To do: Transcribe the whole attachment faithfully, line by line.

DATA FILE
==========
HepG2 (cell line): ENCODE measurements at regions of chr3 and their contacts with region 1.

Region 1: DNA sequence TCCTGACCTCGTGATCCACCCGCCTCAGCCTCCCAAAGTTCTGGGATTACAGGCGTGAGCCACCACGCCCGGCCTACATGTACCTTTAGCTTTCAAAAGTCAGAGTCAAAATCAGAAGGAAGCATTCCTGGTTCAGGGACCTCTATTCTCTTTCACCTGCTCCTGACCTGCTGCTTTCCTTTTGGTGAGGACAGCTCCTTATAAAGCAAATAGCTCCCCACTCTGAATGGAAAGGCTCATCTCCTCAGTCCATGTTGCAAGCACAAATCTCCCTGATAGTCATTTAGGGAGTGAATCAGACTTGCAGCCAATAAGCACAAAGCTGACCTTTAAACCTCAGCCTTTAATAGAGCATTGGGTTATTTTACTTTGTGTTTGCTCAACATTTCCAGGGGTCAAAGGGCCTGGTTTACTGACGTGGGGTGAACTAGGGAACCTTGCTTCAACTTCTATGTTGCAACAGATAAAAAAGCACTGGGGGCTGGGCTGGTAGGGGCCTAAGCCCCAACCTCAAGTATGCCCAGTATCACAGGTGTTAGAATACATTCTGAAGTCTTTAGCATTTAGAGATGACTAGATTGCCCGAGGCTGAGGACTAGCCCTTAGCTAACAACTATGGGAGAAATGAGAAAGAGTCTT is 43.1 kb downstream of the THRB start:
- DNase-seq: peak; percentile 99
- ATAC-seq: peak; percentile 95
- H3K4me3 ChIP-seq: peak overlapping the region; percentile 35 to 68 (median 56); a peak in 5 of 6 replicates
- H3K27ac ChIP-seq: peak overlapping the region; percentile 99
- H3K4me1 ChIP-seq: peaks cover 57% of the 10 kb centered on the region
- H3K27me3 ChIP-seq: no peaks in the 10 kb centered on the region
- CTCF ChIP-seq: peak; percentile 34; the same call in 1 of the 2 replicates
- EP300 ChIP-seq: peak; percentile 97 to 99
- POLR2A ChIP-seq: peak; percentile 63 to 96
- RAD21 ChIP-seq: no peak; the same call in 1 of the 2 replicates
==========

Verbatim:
HepG2 (cell line): ENCODE measurements at regions of chr3 and their contacts with region 1.

Region 1: DNA sequence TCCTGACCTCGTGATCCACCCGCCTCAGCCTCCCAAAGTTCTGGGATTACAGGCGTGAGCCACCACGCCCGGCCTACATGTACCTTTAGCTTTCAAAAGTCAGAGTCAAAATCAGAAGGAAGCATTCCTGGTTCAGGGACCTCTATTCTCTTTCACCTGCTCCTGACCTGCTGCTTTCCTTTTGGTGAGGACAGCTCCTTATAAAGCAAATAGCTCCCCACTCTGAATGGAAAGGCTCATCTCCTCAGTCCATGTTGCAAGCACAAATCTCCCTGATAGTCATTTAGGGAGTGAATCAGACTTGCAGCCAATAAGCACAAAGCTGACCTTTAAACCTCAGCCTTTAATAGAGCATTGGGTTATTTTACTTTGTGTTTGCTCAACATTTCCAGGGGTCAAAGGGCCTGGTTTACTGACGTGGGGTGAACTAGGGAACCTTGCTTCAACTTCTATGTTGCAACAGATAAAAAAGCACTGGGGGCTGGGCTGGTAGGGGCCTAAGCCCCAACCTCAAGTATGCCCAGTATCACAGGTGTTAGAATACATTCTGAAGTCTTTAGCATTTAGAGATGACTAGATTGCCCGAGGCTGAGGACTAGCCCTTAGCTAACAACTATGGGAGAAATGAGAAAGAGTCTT is 43.1 kb downstream of the THRB start:
- DNase-seq: peak; percentile 99
- ATAC-seq: peak; percentile 95
- H3K4me3 ChIP-seq: peak overlapping the region; percentile 35 to 68 (median 56); a peak in 5 of 6 replicates
- H3K27ac ChIP-seq: peak overlapping the region; percentile 99
- H3K4me1 ChIP-seq: peaks cover 57% of the 10 kb centered on the region
- H3K27me3 ChIP-seq: no peaks in the 10 kb centered on the region
- CTCF ChIP-seq: peak; percentile 34; the same call in 1 of the 2 replicates
- EP300 ChIP-seq: peak; percentile 97 to 99
- POLR2A ChIP-seq: peak; percentile 63 to 96
- RAD21 ChIP-seq: no peak; the same call in 1 of the 2 replicates